Many food allergies are first diagnosed in young children, however they may also appear in older children and adults. Share information during interview about your family members who have of any kind of food allergy.

Physical Examination Test

Allergist will perform a physical exam and may conduct a test to identify an allergy. These tests may include:

Skin Test

Skin prick tests are conducted in health professional office or by an allergist and gives results within 15 - 30 minutes. In this allergy skin test, a very small drop of a liquid suspected food extract, one for each food, is placed on the skin. Then the doctors prick skin lightly. This is safe and in most cases not a painful test. Within 15 to 20 minutes, a raised bump or reaction with redness around it, similar to a insect bite from a mosquito, may appear. It shows that you probably are allergic to that particular food and in that case you may need food allergy treatment.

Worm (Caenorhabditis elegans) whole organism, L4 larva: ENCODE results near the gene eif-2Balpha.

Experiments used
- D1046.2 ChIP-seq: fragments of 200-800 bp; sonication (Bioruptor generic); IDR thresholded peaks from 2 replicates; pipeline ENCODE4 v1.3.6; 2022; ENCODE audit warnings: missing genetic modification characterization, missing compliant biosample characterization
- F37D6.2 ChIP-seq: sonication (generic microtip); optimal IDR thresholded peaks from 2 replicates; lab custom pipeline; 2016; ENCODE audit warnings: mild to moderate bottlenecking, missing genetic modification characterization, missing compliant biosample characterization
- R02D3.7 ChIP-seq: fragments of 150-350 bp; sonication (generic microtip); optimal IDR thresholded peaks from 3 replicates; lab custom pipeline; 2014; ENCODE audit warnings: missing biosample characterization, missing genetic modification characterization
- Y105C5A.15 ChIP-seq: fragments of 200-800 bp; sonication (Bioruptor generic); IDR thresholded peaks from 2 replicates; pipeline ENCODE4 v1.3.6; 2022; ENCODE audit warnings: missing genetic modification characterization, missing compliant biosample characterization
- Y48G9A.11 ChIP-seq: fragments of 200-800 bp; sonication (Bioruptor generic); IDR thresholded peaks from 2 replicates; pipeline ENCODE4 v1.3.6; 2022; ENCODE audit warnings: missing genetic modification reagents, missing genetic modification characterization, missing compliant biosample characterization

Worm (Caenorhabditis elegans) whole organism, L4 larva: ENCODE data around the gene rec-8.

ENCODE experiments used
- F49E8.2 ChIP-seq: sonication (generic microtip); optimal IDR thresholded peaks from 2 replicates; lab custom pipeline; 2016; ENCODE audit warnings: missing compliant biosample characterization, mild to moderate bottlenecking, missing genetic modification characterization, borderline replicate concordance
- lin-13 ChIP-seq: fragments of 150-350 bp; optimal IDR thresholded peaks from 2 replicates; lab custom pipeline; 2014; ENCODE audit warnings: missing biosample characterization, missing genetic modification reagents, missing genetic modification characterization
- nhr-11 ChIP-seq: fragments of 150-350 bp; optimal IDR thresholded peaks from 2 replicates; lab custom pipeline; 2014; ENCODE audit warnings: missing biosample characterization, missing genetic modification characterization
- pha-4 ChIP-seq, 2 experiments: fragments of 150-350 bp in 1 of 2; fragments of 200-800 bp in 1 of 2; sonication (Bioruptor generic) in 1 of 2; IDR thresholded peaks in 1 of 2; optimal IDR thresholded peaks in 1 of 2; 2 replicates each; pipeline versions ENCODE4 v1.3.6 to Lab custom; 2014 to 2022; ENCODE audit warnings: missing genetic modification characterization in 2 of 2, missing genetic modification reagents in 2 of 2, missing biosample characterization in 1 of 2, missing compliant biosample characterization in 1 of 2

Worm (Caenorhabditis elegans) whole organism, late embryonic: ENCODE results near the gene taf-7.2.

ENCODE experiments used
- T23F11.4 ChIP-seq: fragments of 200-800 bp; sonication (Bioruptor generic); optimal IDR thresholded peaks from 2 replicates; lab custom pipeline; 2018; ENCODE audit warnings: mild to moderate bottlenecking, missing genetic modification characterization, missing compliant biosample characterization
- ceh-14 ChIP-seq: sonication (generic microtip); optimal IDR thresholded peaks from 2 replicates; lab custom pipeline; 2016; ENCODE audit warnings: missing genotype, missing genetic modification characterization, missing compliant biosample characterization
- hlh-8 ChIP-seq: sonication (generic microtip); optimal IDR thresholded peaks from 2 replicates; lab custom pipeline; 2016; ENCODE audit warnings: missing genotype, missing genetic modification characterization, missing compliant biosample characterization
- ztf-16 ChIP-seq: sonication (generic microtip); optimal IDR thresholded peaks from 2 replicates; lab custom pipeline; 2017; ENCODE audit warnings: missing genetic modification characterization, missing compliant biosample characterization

Blood Test

Blood test is less sensitive than skin prick test. Blood test can measure the amount of immune system's response to specific foods by measuring the allergy-related antibody known as immunoglobulin E (IgE). Blood test can be organized by your doctor in which the blood is taken and sent in to a medical laboratory. The test results are usually ready in one to two weeks, reported as a numerical value. 

Food Challenges

Some people conduct test which may result as "allergic" to a food (by skin or blood testing) and yet have no symptoms when they eat that food. To confirm test results, your allergist may ask you to do a challenge test. This means that you have to eat very small amounts of the suspect food or drink  in increasing amounts over a period of time to see if an allergic reaction occurs. If you don't have a reaction during this test, you may be able to include this food in your diet again. This is usually done under an allergist's supervision and symptoms are observed.

Food Elimination and Reintroduction

This is a time consuming method and this test is best to be carried out under the supervision of an allergist. The particular food or foods are excluded from a diet for a period of time and symptoms are observed and recorded. If symptoms improve then the specific food is reintroduced. If you have had a severe reaction to a food and symptoms return then this would indicate that there is a problem with that suspected food.

Symptoms